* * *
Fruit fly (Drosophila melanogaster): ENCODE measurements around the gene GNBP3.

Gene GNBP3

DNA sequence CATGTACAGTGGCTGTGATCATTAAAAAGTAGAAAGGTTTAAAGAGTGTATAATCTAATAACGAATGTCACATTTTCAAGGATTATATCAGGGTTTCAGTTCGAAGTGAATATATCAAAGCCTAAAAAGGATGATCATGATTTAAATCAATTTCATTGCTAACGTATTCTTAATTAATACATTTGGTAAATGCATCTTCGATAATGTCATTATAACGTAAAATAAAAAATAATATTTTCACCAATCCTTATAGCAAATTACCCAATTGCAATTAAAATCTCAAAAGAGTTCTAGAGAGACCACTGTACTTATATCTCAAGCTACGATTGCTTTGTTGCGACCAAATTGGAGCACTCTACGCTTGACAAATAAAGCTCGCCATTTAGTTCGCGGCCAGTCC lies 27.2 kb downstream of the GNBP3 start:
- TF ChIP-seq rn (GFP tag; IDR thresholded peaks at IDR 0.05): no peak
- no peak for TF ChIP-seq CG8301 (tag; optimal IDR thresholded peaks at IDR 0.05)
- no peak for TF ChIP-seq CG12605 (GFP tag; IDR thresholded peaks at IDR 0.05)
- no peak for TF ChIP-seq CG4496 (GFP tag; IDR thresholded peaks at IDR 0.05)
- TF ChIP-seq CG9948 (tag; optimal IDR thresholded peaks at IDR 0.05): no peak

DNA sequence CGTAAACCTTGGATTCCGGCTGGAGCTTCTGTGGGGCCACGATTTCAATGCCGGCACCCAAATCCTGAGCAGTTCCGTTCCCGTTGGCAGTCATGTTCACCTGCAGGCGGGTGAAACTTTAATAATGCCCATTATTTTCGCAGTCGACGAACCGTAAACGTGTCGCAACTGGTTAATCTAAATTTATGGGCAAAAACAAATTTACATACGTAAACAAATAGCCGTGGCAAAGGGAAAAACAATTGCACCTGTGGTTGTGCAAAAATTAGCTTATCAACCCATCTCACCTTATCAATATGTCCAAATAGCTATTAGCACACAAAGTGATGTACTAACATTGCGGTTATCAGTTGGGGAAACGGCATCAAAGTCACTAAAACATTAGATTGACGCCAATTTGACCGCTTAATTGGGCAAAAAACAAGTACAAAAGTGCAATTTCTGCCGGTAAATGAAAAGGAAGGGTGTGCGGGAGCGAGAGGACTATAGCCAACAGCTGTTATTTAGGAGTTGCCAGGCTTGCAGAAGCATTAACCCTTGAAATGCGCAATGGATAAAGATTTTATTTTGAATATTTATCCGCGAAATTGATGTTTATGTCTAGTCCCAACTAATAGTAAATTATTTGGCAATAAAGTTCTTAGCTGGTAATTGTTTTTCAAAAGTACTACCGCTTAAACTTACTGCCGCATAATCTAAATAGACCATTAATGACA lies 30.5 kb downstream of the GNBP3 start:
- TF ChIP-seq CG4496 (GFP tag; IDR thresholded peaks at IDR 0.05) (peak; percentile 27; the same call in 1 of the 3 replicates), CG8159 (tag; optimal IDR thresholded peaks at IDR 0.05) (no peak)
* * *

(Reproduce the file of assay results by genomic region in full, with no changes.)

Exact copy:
Fruit fly (Drosophila melanogaster): ENCODE measurements around the gene GNBP3.

Gene GNBP3

DNA sequence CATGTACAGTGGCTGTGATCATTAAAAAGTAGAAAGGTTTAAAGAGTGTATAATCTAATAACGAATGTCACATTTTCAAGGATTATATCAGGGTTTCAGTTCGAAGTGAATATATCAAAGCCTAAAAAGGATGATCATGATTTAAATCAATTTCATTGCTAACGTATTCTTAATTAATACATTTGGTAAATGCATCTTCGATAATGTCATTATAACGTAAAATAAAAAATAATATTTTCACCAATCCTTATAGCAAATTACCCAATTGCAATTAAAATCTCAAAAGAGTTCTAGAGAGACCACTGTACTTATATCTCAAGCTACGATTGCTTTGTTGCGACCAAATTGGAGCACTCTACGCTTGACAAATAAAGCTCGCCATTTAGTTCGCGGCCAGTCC lies 27.2 kb downstream of the GNBP3 start:
- TF ChIP-seq rn (GFP tag; IDR thresholded peaks at IDR 0.05): no peak
- no peak for TF ChIP-seq CG8301 (tag; optimal IDR thresholded peaks at IDR 0.05)
- no peak for TF ChIP-seq CG12605 (GFP tag; IDR thresholded peaks at IDR 0.05)
- no peak for TF ChIP-seq CG4496 (GFP tag; IDR thresholded peaks at IDR 0.05)
- TF ChIP-seq CG9948 (tag; optimal IDR thresholded peaks at IDR 0.05): no peak

DNA sequence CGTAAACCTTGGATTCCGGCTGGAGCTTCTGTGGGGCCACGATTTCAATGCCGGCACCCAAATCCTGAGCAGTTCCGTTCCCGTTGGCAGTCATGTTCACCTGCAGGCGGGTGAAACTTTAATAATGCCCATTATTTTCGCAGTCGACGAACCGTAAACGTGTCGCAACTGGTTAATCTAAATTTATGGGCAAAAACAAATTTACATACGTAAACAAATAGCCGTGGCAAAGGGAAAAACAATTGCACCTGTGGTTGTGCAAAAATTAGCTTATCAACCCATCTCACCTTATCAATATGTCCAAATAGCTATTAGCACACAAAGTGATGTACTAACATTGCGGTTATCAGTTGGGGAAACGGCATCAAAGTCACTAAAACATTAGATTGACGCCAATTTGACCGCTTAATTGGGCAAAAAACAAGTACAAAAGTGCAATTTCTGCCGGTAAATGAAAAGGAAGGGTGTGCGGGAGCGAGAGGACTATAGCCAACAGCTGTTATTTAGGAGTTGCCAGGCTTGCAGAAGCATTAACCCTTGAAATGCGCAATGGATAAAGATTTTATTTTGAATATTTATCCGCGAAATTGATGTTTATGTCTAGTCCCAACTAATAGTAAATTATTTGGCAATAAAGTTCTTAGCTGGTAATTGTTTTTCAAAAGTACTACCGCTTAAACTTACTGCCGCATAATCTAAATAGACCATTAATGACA lies 30.5 kb downstream of the GNBP3 start:
- TF ChIP-seq CG4496 (GFP tag; IDR thresholded peaks at IDR 0.05) (peak; percentile 27; the same call in 1 of the 3 replicates), CG8159 (tag; optimal IDR thresholded peaks at IDR 0.05) (no peak)